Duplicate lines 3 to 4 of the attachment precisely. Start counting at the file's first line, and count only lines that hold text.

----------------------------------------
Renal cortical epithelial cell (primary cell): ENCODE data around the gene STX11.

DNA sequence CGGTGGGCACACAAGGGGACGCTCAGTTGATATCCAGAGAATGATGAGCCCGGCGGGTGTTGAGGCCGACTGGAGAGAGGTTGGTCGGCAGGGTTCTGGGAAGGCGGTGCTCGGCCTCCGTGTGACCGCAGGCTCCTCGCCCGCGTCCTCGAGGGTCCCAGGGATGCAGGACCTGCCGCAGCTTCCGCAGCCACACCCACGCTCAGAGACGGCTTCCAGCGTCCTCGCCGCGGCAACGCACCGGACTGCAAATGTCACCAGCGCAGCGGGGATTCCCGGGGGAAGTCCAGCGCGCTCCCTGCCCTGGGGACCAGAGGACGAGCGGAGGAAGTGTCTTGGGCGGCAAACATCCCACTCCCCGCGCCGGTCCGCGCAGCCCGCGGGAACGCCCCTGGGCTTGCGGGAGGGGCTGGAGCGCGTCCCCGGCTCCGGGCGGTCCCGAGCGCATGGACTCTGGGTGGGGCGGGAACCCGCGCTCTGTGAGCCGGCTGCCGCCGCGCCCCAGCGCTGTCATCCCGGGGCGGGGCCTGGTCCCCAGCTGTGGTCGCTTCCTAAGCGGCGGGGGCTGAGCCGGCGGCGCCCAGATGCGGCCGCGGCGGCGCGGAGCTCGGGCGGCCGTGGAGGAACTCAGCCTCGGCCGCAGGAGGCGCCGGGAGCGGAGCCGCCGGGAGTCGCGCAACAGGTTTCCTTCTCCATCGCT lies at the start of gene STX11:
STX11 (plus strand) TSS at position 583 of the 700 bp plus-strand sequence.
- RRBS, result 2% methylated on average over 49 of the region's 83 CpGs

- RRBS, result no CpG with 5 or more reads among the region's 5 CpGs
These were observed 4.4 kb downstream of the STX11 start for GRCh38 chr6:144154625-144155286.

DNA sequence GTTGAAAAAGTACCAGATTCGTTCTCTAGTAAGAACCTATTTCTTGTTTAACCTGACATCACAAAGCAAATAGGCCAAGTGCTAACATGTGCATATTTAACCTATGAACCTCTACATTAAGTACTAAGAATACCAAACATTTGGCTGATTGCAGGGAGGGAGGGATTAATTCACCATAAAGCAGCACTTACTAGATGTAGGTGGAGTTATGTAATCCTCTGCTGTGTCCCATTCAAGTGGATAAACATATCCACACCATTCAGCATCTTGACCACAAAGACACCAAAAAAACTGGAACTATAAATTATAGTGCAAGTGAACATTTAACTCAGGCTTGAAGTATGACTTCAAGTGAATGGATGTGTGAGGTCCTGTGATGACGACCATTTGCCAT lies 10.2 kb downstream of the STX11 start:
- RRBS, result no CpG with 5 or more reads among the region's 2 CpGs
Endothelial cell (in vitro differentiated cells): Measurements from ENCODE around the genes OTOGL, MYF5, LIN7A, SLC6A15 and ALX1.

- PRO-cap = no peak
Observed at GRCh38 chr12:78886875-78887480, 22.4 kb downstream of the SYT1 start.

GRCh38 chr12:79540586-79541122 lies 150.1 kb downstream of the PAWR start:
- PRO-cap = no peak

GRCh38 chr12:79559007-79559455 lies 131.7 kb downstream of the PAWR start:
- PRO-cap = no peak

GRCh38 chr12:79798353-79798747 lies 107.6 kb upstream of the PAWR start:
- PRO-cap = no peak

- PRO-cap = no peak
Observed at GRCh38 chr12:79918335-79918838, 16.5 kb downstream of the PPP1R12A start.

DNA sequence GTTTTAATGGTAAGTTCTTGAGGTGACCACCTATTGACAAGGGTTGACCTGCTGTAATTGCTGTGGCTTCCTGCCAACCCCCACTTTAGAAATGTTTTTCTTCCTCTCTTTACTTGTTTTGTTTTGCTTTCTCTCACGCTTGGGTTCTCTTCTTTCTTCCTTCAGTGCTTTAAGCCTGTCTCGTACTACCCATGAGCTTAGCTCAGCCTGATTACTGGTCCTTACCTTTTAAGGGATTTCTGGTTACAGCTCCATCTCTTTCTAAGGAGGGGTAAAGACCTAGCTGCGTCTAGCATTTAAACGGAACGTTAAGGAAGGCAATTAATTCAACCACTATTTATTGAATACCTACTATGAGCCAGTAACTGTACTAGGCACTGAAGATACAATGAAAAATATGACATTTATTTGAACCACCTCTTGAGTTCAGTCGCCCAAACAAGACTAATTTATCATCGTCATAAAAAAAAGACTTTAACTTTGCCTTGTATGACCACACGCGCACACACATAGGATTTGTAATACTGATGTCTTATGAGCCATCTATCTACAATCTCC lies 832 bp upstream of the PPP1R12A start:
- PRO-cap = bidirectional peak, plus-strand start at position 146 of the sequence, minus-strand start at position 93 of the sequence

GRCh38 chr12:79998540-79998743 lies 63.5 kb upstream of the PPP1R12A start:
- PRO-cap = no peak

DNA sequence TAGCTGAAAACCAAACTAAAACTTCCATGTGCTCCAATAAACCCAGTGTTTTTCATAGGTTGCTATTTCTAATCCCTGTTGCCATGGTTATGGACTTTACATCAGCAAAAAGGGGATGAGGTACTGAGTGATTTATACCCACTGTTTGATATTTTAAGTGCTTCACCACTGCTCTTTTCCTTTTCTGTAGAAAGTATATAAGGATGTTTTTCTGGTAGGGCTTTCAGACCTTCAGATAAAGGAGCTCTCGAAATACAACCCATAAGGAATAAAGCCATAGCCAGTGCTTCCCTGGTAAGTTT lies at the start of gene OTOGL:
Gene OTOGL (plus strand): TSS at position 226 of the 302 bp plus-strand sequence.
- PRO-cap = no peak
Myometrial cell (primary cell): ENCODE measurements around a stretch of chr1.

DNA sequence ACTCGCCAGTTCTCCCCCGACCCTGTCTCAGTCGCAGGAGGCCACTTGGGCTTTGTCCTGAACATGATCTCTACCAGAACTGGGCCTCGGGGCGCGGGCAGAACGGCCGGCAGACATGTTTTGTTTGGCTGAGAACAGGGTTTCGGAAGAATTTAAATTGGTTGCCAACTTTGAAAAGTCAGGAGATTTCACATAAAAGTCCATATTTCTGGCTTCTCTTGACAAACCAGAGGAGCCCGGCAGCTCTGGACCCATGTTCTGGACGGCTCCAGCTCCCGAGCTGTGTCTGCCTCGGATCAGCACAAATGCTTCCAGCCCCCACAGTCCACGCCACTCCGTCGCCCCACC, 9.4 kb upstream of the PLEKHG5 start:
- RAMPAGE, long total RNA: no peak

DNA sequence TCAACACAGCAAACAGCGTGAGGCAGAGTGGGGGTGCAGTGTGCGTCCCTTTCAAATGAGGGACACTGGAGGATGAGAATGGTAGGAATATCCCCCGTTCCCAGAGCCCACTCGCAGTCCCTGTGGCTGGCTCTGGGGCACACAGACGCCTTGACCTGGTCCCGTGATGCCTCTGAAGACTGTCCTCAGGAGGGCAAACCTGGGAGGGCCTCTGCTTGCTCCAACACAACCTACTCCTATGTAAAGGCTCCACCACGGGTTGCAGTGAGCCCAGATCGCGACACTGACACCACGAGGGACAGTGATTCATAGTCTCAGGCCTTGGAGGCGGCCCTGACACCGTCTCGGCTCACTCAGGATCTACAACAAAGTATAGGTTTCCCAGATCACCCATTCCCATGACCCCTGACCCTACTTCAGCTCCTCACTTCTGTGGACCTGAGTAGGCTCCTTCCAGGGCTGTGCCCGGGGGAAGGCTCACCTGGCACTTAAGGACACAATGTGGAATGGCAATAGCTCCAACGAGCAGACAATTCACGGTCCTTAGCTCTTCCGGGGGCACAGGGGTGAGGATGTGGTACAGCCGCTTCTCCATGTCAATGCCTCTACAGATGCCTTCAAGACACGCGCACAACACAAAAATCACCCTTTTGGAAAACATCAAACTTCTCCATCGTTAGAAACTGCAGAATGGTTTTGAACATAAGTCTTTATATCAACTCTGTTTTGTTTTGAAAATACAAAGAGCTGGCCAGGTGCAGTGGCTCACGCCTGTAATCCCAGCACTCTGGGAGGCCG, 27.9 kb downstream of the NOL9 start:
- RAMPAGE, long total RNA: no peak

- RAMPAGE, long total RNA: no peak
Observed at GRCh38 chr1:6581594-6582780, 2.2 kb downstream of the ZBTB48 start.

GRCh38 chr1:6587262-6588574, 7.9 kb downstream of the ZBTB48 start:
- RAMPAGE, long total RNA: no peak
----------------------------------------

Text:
STX11 (plus strand) TSS at position 583 of the 700 bp plus-strand sequence.
- RRBS, result 2% methylated on average over 49 of the region's 83 CpGs